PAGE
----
"I think society is in a sad state if it needs to pass a law to protect people from this," Burrows said, adding a little common sense should be all that's needed.

Comment: If you don't want to surf redirects (Score 4, Informative) 38

by Foobar_ (#34604884) Attached to: How To Cut a Nanotube? Lots Of Compression

Here's the Brown/KIST researchers' video, a rendered simulation showing the buckling action http://www.youtube.com/watch?v=PzNqW_d0QGc&fmt=18

This is a mildly related movie of actual electron microscopy of a flat graphene sheet finding its most stable configuration after a hole was punched in it http://www.youtube.com/watch?v=EogdalfXF4c&feature=related&fmt=18

The broken nanotube under high pressure has the advantage of having lots of other carbon atoms in a similar predicament close enough nearby that the tube's wall can reform, while the flat sheet simply falls apart due to its own tension and lattice vibrations.

Comment: Re:What we really want to know (Score 1) 157

by Foobar_ (#33614884) Attached to: New HRP-4 Humanoid Robots From Japan To Go On Sale

There is a robot dance competition called Robo-One Gate. It was held last year at the International Robot Exposition trade show in Tokyo. It is associated with with the Robo-One Competition, which features robots wrestling and just had its 18th event.
101,000 people visited the four-day marketing bonanza IREx 2009. The next one is being held in 2011.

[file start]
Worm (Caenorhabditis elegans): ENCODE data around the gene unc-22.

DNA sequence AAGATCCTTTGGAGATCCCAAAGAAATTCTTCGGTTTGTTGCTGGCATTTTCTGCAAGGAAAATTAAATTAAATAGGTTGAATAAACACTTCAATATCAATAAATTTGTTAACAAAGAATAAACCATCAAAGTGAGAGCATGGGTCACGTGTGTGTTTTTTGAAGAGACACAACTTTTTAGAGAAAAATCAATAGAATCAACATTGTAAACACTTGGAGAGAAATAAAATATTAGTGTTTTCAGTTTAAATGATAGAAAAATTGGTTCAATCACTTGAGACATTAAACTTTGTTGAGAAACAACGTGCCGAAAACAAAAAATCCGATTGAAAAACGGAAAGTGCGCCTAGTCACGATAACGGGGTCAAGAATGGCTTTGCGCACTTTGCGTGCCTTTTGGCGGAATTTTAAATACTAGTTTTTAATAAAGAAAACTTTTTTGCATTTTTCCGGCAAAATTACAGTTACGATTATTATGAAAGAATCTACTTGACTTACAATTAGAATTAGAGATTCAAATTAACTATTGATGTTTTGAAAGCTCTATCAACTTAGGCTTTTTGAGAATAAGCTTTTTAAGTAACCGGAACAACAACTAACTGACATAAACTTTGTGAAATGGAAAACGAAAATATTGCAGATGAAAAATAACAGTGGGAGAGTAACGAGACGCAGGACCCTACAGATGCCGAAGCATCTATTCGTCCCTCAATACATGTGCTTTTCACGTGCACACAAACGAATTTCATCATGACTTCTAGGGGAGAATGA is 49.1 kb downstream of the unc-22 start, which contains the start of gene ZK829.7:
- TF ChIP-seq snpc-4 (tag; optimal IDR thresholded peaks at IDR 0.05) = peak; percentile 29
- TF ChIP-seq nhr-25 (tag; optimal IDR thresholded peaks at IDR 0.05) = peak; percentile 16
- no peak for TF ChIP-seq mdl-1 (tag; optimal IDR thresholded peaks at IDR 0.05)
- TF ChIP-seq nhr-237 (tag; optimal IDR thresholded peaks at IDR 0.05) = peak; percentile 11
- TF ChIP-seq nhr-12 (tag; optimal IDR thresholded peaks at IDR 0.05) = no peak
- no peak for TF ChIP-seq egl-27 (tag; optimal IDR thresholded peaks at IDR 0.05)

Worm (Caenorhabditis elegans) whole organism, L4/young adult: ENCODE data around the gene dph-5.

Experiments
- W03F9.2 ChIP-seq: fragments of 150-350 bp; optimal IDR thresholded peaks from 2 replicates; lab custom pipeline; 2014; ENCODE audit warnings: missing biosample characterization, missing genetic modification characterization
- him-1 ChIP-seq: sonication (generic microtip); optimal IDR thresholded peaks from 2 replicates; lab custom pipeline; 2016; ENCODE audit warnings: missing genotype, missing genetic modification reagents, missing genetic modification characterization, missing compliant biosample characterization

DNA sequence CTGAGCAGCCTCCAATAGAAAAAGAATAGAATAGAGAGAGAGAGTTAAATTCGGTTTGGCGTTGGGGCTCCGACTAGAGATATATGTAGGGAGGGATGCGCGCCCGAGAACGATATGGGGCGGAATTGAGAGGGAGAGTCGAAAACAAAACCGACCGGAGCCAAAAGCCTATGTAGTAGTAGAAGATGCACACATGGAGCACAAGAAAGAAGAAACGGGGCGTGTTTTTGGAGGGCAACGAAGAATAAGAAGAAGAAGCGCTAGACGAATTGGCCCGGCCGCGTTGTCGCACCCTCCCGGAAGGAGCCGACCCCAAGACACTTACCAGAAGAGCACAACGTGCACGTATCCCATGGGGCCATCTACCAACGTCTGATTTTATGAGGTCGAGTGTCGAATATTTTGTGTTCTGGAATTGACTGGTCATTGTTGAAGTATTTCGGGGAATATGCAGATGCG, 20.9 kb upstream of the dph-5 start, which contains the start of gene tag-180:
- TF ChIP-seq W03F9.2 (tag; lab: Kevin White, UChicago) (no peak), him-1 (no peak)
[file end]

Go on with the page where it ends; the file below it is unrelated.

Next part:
Links:
http://en.wikipedia.org/wiki/ROBO-ONE
http://singularityhub.com/2009/12/24/so-you-think-your-robot-can-dance-videos/
http://www.youtube.com/results?search_query=international+robot+exposition
http://www.youtube.com/results?search_query=robo-one

Comment: Re:Plus flying cars? (Score 2, Informative) 125

by Foobar_ (#33197840) Attached to: Highly Directional Terahertz Laser Demonstrated

If it's a laser pointer made with a red (670, 650, 635 nm), blue (445 nm), or violet (405 nm) laser diode, there's absolutely no infrared emitted.

If it's a properly made diode-pumped solid-state laser pointer (532 nm green, 473 nm blue, 404 nm frequency doubled violet) there's an infrared filter in the optical train which removes the large amounts of invisible pump light and leaves only the visible green.

If it's a crap green laser pointer (e.g. the "high power" green pointers sold on eBay and the like) then there is a real possibility the manufacturer omitted the IR filter to increase profits and/or the balloon-popping potential of the pointer. Check with a laser power meter and an IR-passing filter to verify the lack of IR output.

If no such tools are available, use a camera sensitive to infrared, block the visible beam with a filter, and check that no IR is coming out. IR-passing, visible-blocking filters around the house include the tinted plastic windows on remote controls and the front panels of remote-controlled devices, exposed color photo film negatives, and the disks of coated Mylar film inside floppy disks. Those last two should never be used as filters to observe the Sun due to the fact they totally pass IR and you can cook your retina in seconds without realizing anything bad is happening.

Infrared leaks may not be collimated like the green beam and will be visible (on camera) as a beam, cone, or ugly spray of light coming out of the filtered device.